I needed to verify the installed height and seat pressure of some new valve springs for the Sunbeam. I don’t have a fancy valve spring tester (a Rimac would be nice), so I improvised one with my drill press. I’m not the first person to do this, but I was surprised at how easy it was to set up and how well it worked.
I used my existing Craftsman 8-in. Drill Press, but pretty much any drill press should work. I placed a digital postage scale (mine is an inexpensive Ultraship U-2) on the movable platform (it barely fits). A scrap piece of aluminum helps distribute the spring force across the scale and also prevents the spring from damaging the plastic bed of the scale.
To compress the spring, I made a simple adapter using a 1/4-20 bolt and a large fender washer that was left over from a FLAPS seatbelt kit. I put the exposed threads of the bolt in the chuck of the drill press. Easy.
To use this setup, I place the spring on the scale and push the tare button to zero the display. Then I raise the bed until the spring is just about to touch the fender washer. Finally, I pull down on the handle of the drill press to compress the spring.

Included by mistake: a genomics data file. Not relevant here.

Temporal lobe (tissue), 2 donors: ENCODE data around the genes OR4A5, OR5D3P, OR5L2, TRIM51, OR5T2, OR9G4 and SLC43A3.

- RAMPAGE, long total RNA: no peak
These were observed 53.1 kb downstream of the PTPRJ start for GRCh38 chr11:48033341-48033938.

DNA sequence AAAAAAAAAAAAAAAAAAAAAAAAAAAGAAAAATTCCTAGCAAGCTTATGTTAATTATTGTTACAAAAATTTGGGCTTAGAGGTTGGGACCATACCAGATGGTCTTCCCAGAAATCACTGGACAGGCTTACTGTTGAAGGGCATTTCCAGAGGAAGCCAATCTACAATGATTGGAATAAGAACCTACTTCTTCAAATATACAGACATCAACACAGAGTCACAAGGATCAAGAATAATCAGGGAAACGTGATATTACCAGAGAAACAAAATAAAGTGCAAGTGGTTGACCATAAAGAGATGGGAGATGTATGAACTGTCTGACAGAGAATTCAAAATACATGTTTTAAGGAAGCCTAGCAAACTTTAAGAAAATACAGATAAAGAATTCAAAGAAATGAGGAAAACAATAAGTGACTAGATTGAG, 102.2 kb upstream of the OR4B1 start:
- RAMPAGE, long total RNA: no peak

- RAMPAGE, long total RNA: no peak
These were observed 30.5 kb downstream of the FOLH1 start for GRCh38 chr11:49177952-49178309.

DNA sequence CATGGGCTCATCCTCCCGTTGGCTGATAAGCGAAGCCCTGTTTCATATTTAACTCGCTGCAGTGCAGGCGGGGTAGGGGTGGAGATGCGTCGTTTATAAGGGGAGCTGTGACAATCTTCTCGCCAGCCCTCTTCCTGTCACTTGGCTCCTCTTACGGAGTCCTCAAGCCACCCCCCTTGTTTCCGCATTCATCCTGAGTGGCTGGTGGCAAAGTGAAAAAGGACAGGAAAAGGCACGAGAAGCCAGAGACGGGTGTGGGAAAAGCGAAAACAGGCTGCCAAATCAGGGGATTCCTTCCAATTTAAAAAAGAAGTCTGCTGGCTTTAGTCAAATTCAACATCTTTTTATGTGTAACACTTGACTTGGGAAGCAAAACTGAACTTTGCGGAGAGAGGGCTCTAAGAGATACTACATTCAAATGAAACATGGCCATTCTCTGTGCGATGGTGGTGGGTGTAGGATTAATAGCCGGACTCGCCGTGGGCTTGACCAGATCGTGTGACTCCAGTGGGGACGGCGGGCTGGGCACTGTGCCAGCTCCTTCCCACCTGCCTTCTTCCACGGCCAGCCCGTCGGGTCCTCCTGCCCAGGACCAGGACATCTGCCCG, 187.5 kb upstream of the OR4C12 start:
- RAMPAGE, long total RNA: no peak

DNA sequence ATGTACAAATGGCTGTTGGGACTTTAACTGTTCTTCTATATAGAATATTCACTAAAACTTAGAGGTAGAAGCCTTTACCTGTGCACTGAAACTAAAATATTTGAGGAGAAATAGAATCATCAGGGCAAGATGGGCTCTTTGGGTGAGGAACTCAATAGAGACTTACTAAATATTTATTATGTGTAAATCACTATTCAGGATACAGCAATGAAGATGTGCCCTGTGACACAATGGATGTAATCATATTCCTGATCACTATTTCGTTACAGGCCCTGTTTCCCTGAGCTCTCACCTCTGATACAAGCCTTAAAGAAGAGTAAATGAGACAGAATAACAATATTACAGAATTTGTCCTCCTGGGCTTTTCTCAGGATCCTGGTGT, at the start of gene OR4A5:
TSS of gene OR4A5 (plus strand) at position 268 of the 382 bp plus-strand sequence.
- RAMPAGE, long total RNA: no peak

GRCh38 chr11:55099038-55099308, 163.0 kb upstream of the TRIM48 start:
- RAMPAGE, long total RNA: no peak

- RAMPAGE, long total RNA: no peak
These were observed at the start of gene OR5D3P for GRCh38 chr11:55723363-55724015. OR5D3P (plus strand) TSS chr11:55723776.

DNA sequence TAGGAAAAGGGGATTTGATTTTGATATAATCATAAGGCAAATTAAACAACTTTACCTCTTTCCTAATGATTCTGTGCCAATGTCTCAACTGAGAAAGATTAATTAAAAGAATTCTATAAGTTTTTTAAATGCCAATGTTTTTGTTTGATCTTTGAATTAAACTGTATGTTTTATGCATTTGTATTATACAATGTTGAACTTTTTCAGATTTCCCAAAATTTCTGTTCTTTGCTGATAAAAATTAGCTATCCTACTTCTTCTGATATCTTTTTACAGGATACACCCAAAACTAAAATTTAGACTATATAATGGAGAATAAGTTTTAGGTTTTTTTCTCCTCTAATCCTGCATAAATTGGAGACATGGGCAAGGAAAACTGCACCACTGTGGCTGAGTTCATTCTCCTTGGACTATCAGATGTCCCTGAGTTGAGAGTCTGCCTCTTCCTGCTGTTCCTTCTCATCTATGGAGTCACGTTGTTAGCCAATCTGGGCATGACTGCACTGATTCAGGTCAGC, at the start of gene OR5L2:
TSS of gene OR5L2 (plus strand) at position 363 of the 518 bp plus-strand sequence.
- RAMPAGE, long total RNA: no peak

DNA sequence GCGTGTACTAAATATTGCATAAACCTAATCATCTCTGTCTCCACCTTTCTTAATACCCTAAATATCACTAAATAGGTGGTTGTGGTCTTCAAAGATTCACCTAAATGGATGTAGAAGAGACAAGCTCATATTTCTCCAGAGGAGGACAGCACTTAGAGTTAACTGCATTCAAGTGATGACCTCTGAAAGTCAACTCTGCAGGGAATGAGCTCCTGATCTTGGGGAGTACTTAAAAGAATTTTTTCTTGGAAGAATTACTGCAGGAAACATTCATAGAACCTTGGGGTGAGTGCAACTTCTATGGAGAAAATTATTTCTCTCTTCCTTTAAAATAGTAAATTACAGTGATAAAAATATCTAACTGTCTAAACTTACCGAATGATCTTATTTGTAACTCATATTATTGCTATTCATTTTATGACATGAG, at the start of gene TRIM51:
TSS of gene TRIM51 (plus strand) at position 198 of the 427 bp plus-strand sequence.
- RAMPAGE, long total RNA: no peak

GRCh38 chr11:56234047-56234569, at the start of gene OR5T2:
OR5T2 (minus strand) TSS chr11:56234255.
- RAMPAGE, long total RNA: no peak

A small ruler can be used to mark the desired compressed height of the spring. Continue lowering the chuck until the bottom edge of the fender washer lines up with the desired mark on the ruler, and then read the spring force on the scale. If you have the ruler resting on the scale, as shown here, don’t forget to include the ruler when you tare the scale (or just ignore the small error it introduces).
I wouldn’t expect better than +/- 1 lb. accuracy with this setup, but it works very well for my purposes and helped me confirm that the spring forces and installed heights are correct for these springs.
Side note, the installed spring heights in the Alpine Series V workshop manual are incorrect! Use the heights in the Hunter range manual (WSM 149) instead.